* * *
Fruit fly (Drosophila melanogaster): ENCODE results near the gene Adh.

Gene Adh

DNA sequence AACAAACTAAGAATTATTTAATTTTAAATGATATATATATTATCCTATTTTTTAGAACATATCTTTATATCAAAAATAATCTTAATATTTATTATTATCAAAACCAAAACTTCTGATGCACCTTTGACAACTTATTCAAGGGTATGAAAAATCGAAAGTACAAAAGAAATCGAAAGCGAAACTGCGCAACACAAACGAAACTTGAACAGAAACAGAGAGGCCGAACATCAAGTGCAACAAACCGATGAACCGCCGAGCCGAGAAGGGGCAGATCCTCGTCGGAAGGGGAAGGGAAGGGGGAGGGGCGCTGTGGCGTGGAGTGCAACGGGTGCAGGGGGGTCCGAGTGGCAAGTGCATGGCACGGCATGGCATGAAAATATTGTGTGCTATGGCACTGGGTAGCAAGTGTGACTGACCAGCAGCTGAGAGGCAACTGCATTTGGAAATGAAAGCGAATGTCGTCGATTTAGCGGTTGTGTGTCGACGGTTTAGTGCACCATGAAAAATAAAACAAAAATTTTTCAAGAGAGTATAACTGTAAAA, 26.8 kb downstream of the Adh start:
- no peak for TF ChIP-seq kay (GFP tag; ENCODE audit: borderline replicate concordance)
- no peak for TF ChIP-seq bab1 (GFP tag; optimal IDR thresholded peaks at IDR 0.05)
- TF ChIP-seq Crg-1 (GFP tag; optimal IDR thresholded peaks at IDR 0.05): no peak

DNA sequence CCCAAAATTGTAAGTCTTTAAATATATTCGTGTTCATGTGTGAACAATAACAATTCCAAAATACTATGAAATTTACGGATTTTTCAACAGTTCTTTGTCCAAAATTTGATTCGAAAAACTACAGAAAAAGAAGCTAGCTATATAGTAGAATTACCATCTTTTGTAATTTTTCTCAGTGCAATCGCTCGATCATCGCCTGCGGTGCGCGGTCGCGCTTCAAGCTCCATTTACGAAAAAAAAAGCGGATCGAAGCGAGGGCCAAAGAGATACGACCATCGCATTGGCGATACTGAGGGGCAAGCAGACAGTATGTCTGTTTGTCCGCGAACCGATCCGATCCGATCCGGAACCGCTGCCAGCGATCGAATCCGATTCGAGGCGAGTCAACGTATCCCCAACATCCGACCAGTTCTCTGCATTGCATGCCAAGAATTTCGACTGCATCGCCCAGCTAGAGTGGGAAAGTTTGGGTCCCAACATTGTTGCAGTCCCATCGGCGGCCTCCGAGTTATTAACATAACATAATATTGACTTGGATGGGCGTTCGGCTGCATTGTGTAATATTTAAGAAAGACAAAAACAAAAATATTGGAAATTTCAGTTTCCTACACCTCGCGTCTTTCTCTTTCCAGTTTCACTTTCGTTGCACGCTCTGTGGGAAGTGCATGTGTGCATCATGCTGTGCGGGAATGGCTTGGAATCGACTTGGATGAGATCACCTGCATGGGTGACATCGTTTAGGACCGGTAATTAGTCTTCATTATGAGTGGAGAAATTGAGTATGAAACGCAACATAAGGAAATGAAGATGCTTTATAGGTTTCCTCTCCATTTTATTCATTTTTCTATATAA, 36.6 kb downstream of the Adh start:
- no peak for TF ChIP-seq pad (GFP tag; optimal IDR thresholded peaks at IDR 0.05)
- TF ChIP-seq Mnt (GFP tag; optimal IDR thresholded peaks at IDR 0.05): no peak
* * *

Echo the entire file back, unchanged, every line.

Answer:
Fruit fly (Drosophila melanogaster): ENCODE results near the gene Adh.

Gene Adh

DNA sequence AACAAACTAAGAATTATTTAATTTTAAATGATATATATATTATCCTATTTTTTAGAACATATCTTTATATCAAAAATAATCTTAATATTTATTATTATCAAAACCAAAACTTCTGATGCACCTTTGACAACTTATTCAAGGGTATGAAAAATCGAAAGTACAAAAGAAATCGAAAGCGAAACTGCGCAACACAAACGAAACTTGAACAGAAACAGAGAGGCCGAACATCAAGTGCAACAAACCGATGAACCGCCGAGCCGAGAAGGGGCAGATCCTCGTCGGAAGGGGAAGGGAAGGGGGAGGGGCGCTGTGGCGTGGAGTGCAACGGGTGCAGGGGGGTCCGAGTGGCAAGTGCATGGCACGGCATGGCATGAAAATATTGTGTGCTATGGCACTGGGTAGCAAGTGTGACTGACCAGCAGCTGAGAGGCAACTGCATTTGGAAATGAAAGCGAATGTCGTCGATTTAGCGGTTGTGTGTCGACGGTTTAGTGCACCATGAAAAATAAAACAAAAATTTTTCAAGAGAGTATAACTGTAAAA, 26.8 kb downstream of the Adh start:
- no peak for TF ChIP-seq kay (GFP tag; ENCODE audit: borderline replicate concordance)
- no peak for TF ChIP-seq bab1 (GFP tag; optimal IDR thresholded peaks at IDR 0.05)
- TF ChIP-seq Crg-1 (GFP tag; optimal IDR thresholded peaks at IDR 0.05): no peak

DNA sequence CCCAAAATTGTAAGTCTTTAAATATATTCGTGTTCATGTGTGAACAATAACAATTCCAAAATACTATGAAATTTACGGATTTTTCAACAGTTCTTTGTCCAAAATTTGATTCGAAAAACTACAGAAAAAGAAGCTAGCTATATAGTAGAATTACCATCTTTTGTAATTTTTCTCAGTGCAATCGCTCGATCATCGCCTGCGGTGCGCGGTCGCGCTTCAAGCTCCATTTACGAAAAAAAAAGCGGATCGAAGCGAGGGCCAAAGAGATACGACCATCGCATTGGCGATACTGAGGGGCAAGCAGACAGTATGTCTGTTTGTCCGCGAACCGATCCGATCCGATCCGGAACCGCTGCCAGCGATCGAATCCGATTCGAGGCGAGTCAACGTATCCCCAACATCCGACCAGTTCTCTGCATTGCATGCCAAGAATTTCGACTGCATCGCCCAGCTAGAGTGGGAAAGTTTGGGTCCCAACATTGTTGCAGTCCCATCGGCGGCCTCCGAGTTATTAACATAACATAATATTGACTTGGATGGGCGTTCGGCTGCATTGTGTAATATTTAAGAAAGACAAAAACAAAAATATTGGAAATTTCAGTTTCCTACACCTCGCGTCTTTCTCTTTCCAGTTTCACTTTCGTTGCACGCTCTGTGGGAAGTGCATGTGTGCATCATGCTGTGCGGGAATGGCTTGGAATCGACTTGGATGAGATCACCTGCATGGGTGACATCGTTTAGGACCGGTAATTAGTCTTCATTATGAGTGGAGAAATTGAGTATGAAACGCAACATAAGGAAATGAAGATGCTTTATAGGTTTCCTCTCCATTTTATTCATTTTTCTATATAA, 36.6 kb downstream of the Adh start:
- no peak for TF ChIP-seq pad (GFP tag; optimal IDR thresholded peaks at IDR 0.05)
- TF ChIP-seq Mnt (GFP tag; optimal IDR thresholded peaks at IDR 0.05): no peak